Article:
Pinterest Adds to Its Functionality With Icebergs Acquisition

Visual discovery platform Pinterest has inked a deal to acquire Barcelona-based start-up Icebergs, a move that will add another dimension to its existing functionality.

Icebergs, established a year ago, offers a private online space for creatives to discover, organize, and collaborate on projects, in the form of images, videos, and other digital content.

Financial details of the deal were not disclosed. But under the agreement, Icebergs’ two co-founders, César Isern and Albert Pereta, will join Pinterest in San Francisco, while Icebergs’ online service will be shut down, and its existing users will be required to export their projects and files by September 1.

Although Pinterest will not integrate Icebergs’ technology into its platform, industry participants think the acquisition of will still boost Pinterest’s performance as it will bring new talent and a new audience to the company.

“Icebergs provides Pinterest with a new breadth of talent, new audience, and an additional layer of organization,” says Diana Kelter, social strategist at social media agency socialdeviant. “With the help of new talents from Icebergs, Pinterest can shift toward an audience that utilizes the platform to inspire a project, and then watch it come to life directly within Pinterest.”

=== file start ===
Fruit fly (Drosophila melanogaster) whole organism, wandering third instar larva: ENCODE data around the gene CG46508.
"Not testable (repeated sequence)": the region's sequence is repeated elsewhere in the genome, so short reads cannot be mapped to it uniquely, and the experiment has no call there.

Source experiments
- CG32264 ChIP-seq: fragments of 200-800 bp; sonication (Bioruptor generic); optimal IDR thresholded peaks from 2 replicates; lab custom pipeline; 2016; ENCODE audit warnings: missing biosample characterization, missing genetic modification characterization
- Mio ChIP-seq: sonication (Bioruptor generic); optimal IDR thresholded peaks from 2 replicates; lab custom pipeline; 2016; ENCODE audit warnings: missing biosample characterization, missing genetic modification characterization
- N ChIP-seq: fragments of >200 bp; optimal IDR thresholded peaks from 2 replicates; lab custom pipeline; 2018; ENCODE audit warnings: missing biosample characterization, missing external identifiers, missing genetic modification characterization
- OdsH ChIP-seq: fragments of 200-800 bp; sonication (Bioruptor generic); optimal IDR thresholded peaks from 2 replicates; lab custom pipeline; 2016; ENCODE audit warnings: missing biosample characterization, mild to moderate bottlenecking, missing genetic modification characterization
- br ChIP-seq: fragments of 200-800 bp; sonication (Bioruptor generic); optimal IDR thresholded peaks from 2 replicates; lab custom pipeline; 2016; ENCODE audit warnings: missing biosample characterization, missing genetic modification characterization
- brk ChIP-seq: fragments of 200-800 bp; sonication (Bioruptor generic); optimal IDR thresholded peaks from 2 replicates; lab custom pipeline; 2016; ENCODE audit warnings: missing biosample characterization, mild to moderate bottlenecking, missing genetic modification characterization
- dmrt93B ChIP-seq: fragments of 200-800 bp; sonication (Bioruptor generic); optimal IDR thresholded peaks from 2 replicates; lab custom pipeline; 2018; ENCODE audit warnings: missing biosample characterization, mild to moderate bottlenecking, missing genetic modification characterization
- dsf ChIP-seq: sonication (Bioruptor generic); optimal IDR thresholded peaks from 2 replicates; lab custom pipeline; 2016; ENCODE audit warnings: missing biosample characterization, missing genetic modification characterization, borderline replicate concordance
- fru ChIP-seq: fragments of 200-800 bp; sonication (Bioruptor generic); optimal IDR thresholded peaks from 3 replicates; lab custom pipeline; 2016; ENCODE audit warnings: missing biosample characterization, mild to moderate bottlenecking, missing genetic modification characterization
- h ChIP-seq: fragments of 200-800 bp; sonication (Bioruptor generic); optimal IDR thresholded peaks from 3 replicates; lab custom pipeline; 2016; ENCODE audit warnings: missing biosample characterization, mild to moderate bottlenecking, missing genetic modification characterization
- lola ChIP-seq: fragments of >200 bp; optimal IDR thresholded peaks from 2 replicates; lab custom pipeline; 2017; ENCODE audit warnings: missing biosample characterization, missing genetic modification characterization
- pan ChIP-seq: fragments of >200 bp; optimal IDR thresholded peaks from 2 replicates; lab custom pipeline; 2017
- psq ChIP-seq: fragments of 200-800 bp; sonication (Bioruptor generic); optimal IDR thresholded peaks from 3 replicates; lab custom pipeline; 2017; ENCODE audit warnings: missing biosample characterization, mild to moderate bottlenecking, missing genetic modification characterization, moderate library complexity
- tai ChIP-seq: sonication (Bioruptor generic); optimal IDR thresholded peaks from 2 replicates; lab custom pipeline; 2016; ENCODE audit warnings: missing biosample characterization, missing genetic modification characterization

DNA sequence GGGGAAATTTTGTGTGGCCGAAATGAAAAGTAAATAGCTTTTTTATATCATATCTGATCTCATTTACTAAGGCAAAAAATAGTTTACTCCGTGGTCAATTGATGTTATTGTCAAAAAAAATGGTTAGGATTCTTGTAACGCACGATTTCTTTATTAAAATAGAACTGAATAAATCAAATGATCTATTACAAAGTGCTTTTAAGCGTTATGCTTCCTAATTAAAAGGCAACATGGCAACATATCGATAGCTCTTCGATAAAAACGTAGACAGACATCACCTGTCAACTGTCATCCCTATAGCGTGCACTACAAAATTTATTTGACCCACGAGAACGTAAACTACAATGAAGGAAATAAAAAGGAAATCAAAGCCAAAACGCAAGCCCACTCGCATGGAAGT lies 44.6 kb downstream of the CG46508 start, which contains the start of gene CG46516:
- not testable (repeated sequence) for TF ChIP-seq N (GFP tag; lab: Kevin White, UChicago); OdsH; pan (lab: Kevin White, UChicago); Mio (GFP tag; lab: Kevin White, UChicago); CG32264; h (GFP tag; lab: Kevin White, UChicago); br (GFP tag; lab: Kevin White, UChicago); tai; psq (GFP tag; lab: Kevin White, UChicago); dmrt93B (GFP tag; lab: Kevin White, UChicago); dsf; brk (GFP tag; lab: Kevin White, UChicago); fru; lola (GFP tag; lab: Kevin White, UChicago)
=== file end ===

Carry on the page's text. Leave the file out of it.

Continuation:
Additionally, the new talents from Icebergs may also help Pinterest build up systems to bring deeper layers of organization within individual boards, says Kelter.

Luke Carrell, strategy director at global social media agency We Are Social, adds that through the acquisition of Icebergs, Pinterest will be able to develop new ways to help users curate content.

“Pinterest’s existing functionalities emphasize a sense of collaborative curation that just doesn’t exist on other platforms,” he notes. “Users and brands have taken notice, so it makes sense that Pinterest would look for ways to expand its offering around that.”

The platform has acquired a number of other start-ups in recent months, including visual search start-up VisualGraph, and some speculate that through these deals, Pinterest is evolving into a discovery platform that may rival Internet search giant Google at some point in the future.

“Anything is possible,” says Carrell. “But it is apparent that Pinterest wants to become more of a world to itself, with broader functionality that goes beyond simple image curation.”